The horror streaming service Shudder have brought another of their popular films to home release with the new Blu-ray of Brandon Christensen’s Superhost, giving those who haven’t signed up to the horror network the chance to check out the kind of content that they have on offer.
Superhost follows Claire (Sara Canning) and Teddy (Osric Chau), a young couple who host the YouTube channel ‘Superhost’, which sees them travelling the country, staying at various rental properties, and reviewing them. With their channel having seemed to have reached its peak, the two of them are struggling to find new ways of attracting more viewers. Teddy is pushing to try some whimsical editing techniques, but Claire seems stuck in a state of anxiety, depression, and even anger, over their source of income not going anywhere.
When the couple travel to a beautiful, remote house in the woods, Claire thinks that they might have hit the goldmine when they meet Rebecca (Gracie Gillam), the young woman who has rented the home to them. This over-the-top happy and perky young woman quickly shows that she has something of a strange edge to her, and Claire thinks that this ‘crazy’ woman will help the views roll into their channel. Despite not wanting to exploit the woman, and just wanting to find the perfect time to propose, Teddy agrees to keep featuring the odd woman in their recordings, but when Rebecca starts to veer from quirky into frightening the two young vloggers begin to believe that they may have made a mistake.
In the special features on this release, writer/director Brandon Christensen talks about the genesis for this story, about how when renting a room from someone he had to get the owner round to unblock the toilet, and it was only then that the thought occurred to him how scary the situation was. You could be renting from anyone. The person you talk to online could be completely different to the person they appear to be, and it could be incredibly dangerous if they turned out to be a bad person. This kind of fear is something that many of us who have used Airbnb and similar sites might not have really thought about too much. The fact that you’re staying in another person’s home, that they could have a spare key and enter whilst you’re sleeping, that there could be anyone asking you to stay in their home, is genuinely quite frightening.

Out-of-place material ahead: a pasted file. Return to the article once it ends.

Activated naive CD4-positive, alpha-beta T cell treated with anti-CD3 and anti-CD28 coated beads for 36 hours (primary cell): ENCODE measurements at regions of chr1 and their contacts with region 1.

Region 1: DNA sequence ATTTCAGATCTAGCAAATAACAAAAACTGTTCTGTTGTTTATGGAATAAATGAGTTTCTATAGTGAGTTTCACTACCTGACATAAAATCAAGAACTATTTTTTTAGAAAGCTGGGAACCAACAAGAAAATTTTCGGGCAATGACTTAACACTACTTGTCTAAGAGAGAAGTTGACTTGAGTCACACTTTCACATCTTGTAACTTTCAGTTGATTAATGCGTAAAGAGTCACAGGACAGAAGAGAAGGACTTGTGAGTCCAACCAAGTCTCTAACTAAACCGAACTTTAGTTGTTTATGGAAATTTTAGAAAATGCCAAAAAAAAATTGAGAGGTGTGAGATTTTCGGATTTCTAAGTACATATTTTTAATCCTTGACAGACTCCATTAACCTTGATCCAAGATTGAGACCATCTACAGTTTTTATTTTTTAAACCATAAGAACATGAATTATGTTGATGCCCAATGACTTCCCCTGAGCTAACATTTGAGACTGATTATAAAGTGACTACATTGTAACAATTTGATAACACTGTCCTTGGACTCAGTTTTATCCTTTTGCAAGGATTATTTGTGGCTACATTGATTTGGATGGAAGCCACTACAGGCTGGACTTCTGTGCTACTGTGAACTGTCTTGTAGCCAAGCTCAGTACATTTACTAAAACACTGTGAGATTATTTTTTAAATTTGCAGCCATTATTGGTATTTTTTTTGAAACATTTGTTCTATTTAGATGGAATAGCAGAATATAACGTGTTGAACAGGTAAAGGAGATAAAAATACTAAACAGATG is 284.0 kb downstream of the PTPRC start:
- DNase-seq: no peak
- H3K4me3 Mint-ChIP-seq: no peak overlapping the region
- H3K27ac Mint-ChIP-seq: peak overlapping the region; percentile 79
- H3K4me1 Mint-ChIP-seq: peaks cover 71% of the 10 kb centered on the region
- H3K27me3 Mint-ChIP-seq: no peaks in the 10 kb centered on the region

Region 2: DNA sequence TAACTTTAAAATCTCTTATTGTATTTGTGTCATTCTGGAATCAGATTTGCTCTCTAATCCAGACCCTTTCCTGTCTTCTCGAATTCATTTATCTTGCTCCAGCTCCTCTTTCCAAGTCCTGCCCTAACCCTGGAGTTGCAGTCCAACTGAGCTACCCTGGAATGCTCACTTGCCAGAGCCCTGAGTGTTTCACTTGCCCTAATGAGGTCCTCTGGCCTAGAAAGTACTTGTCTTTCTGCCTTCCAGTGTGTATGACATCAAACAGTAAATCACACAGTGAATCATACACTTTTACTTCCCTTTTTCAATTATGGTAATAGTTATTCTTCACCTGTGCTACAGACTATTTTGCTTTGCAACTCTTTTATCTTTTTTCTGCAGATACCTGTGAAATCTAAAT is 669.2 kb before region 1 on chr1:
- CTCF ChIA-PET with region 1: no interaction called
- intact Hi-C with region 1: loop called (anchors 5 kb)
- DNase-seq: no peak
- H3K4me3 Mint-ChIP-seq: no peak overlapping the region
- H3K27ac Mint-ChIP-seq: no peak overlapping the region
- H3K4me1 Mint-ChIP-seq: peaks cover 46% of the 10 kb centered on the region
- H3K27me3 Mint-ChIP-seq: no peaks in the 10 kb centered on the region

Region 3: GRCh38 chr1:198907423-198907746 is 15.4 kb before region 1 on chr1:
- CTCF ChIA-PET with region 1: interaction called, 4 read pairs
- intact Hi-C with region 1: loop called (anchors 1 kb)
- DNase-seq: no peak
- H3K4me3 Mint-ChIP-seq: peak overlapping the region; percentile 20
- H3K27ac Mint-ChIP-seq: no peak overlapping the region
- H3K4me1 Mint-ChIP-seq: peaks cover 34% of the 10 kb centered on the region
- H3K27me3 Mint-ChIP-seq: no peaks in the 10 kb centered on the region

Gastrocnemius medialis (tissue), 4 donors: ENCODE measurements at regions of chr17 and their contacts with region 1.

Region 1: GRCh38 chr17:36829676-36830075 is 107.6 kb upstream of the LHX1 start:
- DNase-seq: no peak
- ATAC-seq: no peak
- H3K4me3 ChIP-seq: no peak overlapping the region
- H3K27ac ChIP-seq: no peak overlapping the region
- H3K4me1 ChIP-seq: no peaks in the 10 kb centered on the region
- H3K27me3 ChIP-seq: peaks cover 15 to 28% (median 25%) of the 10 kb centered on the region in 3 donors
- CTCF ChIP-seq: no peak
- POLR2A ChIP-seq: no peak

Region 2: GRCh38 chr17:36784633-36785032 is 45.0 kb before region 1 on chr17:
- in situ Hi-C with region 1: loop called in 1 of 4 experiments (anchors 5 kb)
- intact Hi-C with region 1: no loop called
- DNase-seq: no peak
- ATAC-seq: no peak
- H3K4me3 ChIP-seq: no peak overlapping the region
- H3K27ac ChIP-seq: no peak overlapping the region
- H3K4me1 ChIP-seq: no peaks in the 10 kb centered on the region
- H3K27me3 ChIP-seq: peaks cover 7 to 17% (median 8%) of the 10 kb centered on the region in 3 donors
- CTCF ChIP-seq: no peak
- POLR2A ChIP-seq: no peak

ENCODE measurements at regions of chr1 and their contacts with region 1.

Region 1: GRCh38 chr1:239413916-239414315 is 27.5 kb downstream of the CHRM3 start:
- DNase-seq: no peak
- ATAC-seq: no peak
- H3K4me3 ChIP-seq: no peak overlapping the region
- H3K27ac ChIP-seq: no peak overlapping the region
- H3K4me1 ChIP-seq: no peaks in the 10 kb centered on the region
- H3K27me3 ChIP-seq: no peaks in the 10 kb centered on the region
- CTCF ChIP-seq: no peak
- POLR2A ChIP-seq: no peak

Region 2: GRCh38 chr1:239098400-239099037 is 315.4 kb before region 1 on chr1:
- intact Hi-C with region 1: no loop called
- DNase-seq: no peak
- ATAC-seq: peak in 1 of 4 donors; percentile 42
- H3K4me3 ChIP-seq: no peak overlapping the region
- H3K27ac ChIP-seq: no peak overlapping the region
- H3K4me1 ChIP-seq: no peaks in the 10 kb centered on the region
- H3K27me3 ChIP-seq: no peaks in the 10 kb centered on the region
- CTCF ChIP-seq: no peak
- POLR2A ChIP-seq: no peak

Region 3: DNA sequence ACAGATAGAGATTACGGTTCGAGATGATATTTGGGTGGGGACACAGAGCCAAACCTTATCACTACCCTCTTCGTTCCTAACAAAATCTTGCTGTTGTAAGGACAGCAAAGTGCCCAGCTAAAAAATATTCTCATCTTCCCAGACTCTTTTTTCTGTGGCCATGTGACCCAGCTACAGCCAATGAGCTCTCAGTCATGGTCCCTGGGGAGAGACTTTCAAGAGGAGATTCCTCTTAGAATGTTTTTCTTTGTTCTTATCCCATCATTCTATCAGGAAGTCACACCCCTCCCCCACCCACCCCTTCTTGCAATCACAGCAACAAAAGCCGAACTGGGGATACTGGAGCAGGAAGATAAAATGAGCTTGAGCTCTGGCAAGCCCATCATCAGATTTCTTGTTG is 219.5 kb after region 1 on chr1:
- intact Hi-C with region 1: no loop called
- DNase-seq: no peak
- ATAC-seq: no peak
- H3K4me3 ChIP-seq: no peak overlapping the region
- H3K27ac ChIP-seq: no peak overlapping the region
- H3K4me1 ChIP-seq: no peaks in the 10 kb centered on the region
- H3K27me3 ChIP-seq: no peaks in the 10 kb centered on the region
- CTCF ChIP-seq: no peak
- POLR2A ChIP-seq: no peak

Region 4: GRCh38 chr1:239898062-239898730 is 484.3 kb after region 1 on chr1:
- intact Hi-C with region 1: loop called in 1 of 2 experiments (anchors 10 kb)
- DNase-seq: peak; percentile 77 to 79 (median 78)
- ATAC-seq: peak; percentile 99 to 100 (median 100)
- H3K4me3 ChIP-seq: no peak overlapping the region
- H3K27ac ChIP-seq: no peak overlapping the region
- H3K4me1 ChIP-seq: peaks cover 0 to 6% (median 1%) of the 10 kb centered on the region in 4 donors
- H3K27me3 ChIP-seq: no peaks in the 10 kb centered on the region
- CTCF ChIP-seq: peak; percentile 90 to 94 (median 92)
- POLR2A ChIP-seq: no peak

Superhost puts this fear right at the forefront of the film, and you don’t get long with things being ‘normal’ before you start to feel a bit uncomfortable about the situation. The film doesn’t give you a huge amount of time to relax into things before introducing Rebecca and beginning the journey into horror, and whilst this helps with the fast pacing of the movie and the relatively short runtime, it does mean that we never really have a chance to get to know Teddy and Claire beyond their initial set-ups.
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From the very first scene we know that Claire is worried about their channel, that the stress of losing followers is getting to her and changing her into a more negative person. We get to see that Teddy is trying to placate her worries, is looking at the positives, and is planning to propose. And we never really move beyond this. Most of the scenes with the two of them after this are just more of the same, more of these same personality traits and worries. They don’t go beyond their immediate goals and concerns, and whilst this doesn’t necessarily make their characters bad, it does leave them feeling a bit shallow. But then again, perhaps that’s what the director wanted: a young couple who live online and are nothing but shallow people chasing fame and fortune via the internet.
Whilst Chau and Christensen do a fine job but never really feel anything more than just fine, the real star of the film is Gracie Gillam, who is absolutely wonderful as Rebecca. From her very first scene she steals the movie away from the other leads. She comes across as one of those perpetually excited, energetic kinds of people who make you feel tired just by being around them and trying to keep up. At first she seems sweet, if not a little naive about what she’s saying and doing and how it could affect others. But as the film goes on Gillam begins to put more and more of an edge into her performance, and pretty soon it’s clear that this is a woman who could snap at any point, for any reason. It’s chilling how well she walks that line, how she can go from relatively normal to frightening with just a look or the way she says something. Despite how wonderful she is to watch, you will be yelling at Claire and Teddy to just leave, and I think Rebecca is very much the kind of person you’d run from if you ever met her.
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Alongside the film, the new release comes with some behind the scenes features and making-of documentaries that go not just into how the film was made, but the challenges of making it during a global pandemic and how that affected the production. Having seen a number of behind the scenes breakdowns of movies it’s interesting to see one taking a slightly different approach, and showing how the current global events are changing how films are made, rather than just focusing on the regular processes of a movie.
There’s also a series of bloopers, and some visual effects breakdowns that show how some of the big moments were made, as well as some incredibly subtle visual effects that you probably didn’t pick up on when watching the movie. In addition to this there’s a commentary for the film from the director, who goes into more detail about the creation of the movie, and two shorts called ‘Scaredycats’ that Christensen directed.
Superhost is a decent movie, that moves with a decent pace, has a pretty strong cast, and with a short runtime doesn’t outstay its welcome. It takes a simple premise and pushes it to its extreme to deliver an enjoyable and creepy horror experience.